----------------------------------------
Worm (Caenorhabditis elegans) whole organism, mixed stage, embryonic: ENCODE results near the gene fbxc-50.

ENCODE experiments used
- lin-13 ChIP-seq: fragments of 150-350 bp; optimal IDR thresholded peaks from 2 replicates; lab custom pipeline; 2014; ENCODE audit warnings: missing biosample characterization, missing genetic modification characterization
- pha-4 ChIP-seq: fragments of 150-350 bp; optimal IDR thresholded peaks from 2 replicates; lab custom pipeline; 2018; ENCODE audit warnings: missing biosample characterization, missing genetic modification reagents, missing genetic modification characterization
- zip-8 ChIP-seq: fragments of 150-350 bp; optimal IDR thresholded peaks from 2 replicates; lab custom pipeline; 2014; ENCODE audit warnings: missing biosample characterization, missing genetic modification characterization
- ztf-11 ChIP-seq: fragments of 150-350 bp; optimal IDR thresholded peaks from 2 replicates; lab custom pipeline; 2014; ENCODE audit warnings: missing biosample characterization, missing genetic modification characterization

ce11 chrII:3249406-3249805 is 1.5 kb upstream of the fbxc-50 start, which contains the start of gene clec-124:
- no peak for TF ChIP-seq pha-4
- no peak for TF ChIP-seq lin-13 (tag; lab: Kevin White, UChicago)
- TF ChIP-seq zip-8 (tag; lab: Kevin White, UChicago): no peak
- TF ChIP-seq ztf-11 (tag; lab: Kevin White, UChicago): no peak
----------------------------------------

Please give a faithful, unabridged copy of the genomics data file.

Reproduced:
Worm (Caenorhabditis elegans) whole organism, mixed stage, embryonic: ENCODE results near the gene fbxc-50.

ENCODE experiments used
- lin-13 ChIP-seq: fragments of 150-350 bp; optimal IDR thresholded peaks from 2 replicates; lab custom pipeline; 2014; ENCODE audit warnings: missing biosample characterization, missing genetic modification characterization
- pha-4 ChIP-seq: fragments of 150-350 bp; optimal IDR thresholded peaks from 2 replicates; lab custom pipeline; 2018; ENCODE audit warnings: missing biosample characterization, missing genetic modification reagents, missing genetic modification characterization
- zip-8 ChIP-seq: fragments of 150-350 bp; optimal IDR thresholded peaks from 2 replicates; lab custom pipeline; 2014; ENCODE audit warnings: missing biosample characterization, missing genetic modification characterization
- ztf-11 ChIP-seq: fragments of 150-350 bp; optimal IDR thresholded peaks from 2 replicates; lab custom pipeline; 2014; ENCODE audit warnings: missing biosample characterization, missing genetic modification characterization

ce11 chrII:3249406-3249805 is 1.5 kb upstream of the fbxc-50 start, which contains the start of gene clec-124:
- no peak for TF ChIP-seq pha-4
- no peak for TF ChIP-seq lin-13 (tag; lab: Kevin White, UChicago)
- TF ChIP-seq zip-8 (tag; lab: Kevin White, UChicago): no peak
- TF ChIP-seq ztf-11 (tag; lab: Kevin White, UChicago): no peak